What the end of COVID health emergencies means for anti-vaxxers: Meltdown

It’s one thing to know intellectually that anti-vaccine fanatics are people completely detached from reality, but it’s another to be bombarded with their delusions in a very personal way.

“Fortunately” for me, such an opportunity was presented to me recently – where else? – on Twitter. For no apparent reason, a few weeks ago my replies started to fill with “this you?” style taunts. Traditionally, “this you?” receipts are about unearthing a previous public statement that the target is expected to be ashamed of. For example, if a right-winger falls violently ill with COVID-19, they risk having pro-vaccine people hit them with “is this you?” memories of the times they dismissed the disease as a hoax.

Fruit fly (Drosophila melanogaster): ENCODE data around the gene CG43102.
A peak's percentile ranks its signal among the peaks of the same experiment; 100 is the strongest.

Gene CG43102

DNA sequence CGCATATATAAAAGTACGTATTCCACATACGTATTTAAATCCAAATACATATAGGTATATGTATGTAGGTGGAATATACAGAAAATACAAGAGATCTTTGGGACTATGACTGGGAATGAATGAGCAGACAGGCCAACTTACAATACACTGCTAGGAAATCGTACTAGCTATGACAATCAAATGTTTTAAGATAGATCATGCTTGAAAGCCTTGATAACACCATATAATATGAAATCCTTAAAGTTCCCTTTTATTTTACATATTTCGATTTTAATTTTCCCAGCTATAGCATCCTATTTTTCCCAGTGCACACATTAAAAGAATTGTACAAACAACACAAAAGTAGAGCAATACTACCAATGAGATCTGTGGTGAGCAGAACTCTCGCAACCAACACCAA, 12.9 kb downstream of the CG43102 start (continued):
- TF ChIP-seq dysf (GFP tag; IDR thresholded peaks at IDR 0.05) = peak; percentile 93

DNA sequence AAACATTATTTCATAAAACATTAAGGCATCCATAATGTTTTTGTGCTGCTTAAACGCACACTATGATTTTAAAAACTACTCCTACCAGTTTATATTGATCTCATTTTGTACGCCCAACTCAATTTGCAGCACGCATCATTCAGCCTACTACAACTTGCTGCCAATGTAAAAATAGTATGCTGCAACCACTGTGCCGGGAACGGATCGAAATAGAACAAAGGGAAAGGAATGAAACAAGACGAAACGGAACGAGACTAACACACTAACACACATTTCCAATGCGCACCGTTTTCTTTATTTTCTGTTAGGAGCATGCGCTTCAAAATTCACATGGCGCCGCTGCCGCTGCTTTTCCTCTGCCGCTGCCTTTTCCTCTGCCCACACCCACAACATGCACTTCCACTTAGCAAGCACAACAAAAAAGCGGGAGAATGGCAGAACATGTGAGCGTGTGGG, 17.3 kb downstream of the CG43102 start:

But what these people kept tweeting at me, clearly believing I’d be embarrassed, wasn’t embarrassing at all: An opinion column I wrote in August 2021 headlined, “It’s okay to blame the unvaccinated – they’re robbing the rest of us of our freedoms.” None of my harassers could explain why exactly I should feel bad about this. A few medical details have been superseded, but overall it remains a strong argument. However, it didn’t take long to determine that the people tweeting vitriol at me were anti-vaxxers. Even worse, they are people who have become so caught up in their bubble of disinformation that they have convinced themselves that it goes without saying that being pro-vaccine in 2021 would leave someone in 2023 with a lot of regret.

I had a front row seat to the ongoing collapse of a group of people who have built their entire identities around the pandemic.

It’s never pleasure being chased on Twitter, but this was one of the more intriguing versions of the experience.